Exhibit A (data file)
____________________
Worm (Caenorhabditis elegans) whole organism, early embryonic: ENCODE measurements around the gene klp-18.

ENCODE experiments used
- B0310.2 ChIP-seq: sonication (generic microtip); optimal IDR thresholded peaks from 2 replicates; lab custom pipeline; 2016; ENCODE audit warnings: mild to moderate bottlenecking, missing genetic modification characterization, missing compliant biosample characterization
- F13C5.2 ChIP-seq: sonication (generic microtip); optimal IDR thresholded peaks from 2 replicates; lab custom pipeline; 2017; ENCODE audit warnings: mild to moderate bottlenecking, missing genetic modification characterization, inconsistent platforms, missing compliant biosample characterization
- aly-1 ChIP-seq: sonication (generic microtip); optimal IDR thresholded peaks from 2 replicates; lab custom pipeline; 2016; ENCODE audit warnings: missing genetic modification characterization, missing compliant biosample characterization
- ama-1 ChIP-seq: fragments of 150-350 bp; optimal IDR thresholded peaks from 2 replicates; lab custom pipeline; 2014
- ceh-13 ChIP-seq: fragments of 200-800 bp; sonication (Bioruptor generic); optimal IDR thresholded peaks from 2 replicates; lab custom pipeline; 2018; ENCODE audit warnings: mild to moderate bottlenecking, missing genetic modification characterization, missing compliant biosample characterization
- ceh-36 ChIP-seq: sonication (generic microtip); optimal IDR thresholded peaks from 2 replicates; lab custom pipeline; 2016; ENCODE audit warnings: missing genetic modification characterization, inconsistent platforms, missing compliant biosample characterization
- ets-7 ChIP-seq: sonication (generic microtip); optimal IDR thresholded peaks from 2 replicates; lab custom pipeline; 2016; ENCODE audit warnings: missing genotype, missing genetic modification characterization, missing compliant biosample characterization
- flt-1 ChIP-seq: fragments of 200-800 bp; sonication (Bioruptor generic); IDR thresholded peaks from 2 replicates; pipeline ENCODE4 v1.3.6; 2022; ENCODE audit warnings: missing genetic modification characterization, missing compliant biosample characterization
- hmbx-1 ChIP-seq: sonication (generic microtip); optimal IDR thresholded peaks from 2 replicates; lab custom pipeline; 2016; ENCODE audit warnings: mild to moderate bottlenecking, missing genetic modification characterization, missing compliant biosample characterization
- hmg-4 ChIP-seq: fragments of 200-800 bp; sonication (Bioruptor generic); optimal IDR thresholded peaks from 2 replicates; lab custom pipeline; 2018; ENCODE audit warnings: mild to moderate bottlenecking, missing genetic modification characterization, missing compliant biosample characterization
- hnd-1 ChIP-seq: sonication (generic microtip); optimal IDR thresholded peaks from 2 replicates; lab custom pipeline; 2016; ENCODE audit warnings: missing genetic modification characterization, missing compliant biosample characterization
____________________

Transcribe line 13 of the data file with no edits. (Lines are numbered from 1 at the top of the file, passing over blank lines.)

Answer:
- hnd-1 ChIP-seq: sonication (generic microtip); optimal IDR thresholded peaks from 2 replicates; lab custom pipeline; 2016; ENCODE audit warnings: missing genetic modification characterization, missing compliant biosample characterization